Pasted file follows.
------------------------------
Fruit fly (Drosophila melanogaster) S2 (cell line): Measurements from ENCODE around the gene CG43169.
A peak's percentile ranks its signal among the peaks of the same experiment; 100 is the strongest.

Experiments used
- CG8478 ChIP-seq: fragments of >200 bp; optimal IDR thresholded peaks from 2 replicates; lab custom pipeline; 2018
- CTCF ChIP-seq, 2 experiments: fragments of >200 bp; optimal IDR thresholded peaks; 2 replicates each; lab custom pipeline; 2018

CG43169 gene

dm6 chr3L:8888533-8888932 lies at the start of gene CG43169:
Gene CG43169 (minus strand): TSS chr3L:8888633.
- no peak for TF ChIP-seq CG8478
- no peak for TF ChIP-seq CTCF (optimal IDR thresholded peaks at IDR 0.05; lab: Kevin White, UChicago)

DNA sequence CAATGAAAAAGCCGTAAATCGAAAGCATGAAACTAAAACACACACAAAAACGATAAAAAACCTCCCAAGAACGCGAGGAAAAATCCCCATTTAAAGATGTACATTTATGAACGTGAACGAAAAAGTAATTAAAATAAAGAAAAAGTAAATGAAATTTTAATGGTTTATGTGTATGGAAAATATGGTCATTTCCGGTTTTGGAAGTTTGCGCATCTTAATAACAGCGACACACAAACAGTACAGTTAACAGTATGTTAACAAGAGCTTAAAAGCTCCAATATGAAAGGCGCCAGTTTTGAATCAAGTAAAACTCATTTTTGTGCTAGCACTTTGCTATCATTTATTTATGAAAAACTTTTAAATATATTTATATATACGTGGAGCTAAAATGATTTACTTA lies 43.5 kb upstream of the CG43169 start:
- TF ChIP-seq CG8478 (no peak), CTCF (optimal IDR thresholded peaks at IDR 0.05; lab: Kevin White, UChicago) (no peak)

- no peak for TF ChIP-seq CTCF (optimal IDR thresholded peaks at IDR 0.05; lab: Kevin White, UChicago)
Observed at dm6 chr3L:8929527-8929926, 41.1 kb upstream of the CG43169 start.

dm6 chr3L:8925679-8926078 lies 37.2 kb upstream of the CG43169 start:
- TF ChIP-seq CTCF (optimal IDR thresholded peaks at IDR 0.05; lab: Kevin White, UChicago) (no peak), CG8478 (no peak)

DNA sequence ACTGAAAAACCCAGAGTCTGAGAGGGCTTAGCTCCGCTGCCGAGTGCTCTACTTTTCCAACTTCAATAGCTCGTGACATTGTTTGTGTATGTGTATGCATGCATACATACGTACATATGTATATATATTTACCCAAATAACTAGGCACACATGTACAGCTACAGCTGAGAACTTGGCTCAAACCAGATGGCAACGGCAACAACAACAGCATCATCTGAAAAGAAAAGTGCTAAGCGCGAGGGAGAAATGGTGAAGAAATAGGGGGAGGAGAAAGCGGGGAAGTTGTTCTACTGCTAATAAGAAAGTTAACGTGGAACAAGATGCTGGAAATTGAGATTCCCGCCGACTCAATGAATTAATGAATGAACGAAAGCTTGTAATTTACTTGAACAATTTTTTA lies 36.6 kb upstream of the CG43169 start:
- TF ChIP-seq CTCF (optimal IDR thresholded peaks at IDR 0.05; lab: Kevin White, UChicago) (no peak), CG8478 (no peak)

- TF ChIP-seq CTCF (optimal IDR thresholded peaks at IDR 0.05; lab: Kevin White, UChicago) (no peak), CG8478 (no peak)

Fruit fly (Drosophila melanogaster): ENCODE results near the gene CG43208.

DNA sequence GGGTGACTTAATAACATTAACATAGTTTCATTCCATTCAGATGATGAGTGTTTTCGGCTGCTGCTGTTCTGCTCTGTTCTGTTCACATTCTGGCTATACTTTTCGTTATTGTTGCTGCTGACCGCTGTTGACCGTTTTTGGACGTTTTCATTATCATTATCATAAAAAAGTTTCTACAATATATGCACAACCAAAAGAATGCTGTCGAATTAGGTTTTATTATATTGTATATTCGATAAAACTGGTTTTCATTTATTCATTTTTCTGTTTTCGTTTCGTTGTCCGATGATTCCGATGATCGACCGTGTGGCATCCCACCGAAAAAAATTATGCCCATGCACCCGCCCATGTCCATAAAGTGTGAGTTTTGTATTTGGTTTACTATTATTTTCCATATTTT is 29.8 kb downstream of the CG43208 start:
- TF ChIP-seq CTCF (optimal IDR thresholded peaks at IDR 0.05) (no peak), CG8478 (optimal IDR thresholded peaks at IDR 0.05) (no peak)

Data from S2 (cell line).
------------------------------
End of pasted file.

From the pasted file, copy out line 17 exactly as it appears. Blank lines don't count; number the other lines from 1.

DNA sequence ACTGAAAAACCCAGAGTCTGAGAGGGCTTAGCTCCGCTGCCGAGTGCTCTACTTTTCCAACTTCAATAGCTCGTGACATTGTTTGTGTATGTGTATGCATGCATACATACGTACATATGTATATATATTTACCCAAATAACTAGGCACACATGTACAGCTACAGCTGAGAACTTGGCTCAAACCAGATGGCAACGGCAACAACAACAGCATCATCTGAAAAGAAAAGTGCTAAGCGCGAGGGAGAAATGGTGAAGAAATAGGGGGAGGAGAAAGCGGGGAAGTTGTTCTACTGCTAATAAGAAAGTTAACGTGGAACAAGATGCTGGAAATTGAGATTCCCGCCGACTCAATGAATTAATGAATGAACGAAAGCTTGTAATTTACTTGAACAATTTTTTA lies 36.6 kb upstream of the CG43169 start: